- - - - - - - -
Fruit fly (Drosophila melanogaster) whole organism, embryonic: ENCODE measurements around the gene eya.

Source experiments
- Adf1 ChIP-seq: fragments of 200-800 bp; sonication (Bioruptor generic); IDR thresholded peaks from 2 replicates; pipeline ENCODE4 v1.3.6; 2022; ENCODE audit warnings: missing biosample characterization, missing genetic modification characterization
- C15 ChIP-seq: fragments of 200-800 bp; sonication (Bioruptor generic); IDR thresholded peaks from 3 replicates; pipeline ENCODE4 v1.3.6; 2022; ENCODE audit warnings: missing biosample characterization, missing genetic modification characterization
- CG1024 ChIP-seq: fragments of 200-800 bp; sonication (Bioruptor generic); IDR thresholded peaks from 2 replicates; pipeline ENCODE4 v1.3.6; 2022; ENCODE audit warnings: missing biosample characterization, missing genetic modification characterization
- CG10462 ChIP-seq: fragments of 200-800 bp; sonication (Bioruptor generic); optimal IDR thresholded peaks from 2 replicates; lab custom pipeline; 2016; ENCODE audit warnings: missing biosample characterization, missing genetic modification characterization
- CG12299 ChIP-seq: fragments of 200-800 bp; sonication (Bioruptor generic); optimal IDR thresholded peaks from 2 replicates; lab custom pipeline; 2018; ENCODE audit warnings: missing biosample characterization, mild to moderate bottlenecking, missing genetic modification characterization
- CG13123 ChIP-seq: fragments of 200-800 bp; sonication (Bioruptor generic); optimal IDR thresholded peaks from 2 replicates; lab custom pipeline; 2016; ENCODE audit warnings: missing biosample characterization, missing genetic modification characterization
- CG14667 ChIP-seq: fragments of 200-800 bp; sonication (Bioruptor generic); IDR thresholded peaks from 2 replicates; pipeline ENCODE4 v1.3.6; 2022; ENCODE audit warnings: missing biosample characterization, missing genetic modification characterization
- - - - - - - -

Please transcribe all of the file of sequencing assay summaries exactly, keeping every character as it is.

Fruit fly (Drosophila melanogaster) whole organism, embryonic: ENCODE measurements around the gene eya.

Source experiments
- Adf1 ChIP-seq: fragments of 200-800 bp; sonication (Bioruptor generic); IDR thresholded peaks from 2 replicates; pipeline ENCODE4 v1.3.6; 2022; ENCODE audit warnings: missing biosample characterization, missing genetic modification characterization
- C15 ChIP-seq: fragments of 200-800 bp; sonication (Bioruptor generic); IDR thresholded peaks from 3 replicates; pipeline ENCODE4 v1.3.6; 2022; ENCODE audit warnings: missing biosample characterization, missing genetic modification characterization
- CG1024 ChIP-seq: fragments of 200-800 bp; sonication (Bioruptor generic); IDR thresholded peaks from 2 replicates; pipeline ENCODE4 v1.3.6; 2022; ENCODE audit warnings: missing biosample characterization, missing genetic modification characterization
- CG10462 ChIP-seq: fragments of 200-800 bp; sonication (Bioruptor generic); optimal IDR thresholded peaks from 2 replicates; lab custom pipeline; 2016; ENCODE audit warnings: missing biosample characterization, missing genetic modification characterization
- CG12299 ChIP-seq: fragments of 200-800 bp; sonication (Bioruptor generic); optimal IDR thresholded peaks from 2 replicates; lab custom pipeline; 2018; ENCODE audit warnings: missing biosample characterization, mild to moderate bottlenecking, missing genetic modification characterization
- CG13123 ChIP-seq: fragments of 200-800 bp; sonication (Bioruptor generic); optimal IDR thresholded peaks from 2 replicates; lab custom pipeline; 2016; ENCODE audit warnings: missing biosample characterization, missing genetic modification characterization
- CG14667 ChIP-seq: fragments of 200-800 bp; sonication (Bioruptor generic); IDR thresholded peaks from 2 replicates; pipeline ENCODE4 v1.3.6; 2022; ENCODE audit warnings: missing biosample characterization, missing genetic modification characterization